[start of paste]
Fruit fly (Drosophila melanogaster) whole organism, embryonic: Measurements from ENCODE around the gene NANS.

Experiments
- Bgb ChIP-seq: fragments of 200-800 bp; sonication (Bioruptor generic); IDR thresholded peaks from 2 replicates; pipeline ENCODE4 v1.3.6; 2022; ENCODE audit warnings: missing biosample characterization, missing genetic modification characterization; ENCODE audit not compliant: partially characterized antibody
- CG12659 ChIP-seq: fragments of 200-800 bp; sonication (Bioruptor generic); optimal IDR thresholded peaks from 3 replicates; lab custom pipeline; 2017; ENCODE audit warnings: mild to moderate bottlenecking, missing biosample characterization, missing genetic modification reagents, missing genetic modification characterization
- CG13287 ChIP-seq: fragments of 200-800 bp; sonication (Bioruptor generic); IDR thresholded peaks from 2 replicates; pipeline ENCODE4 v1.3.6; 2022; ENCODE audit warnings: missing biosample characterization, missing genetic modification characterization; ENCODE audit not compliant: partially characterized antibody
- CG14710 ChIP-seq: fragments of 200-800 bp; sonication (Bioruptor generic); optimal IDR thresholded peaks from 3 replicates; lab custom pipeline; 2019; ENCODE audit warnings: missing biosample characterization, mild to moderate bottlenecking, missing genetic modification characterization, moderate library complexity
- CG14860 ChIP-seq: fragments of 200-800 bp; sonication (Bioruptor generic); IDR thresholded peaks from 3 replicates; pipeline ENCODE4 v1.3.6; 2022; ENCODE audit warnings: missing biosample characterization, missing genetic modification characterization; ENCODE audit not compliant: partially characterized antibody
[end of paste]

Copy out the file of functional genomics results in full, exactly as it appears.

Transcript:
Fruit fly (Drosophila melanogaster) whole organism, embryonic: Measurements from ENCODE around the gene NANS.

Experiments
- Bgb ChIP-seq: fragments of 200-800 bp; sonication (Bioruptor generic); IDR thresholded peaks from 2 replicates; pipeline ENCODE4 v1.3.6; 2022; ENCODE audit warnings: missing biosample characterization, missing genetic modification characterization; ENCODE audit not compliant: partially characterized antibody
- CG12659 ChIP-seq: fragments of 200-800 bp; sonication (Bioruptor generic); optimal IDR thresholded peaks from 3 replicates; lab custom pipeline; 2017; ENCODE audit warnings: mild to moderate bottlenecking, missing biosample characterization, missing genetic modification reagents, missing genetic modification characterization
- CG13287 ChIP-seq: fragments of 200-800 bp; sonication (Bioruptor generic); IDR thresholded peaks from 2 replicates; pipeline ENCODE4 v1.3.6; 2022; ENCODE audit warnings: missing biosample characterization, missing genetic modification characterization; ENCODE audit not compliant: partially characterized antibody
- CG14710 ChIP-seq: fragments of 200-800 bp; sonication (Bioruptor generic); optimal IDR thresholded peaks from 3 replicates; lab custom pipeline; 2019; ENCODE audit warnings: missing biosample characterization, mild to moderate bottlenecking, missing genetic modification characterization, moderate library complexity
- CG14860 ChIP-seq: fragments of 200-800 bp; sonication (Bioruptor generic); IDR thresholded peaks from 3 replicates; pipeline ENCODE4 v1.3.6; 2022; ENCODE audit warnings: missing biosample characterization, missing genetic modification characterization; ENCODE audit not compliant: partially characterized antibody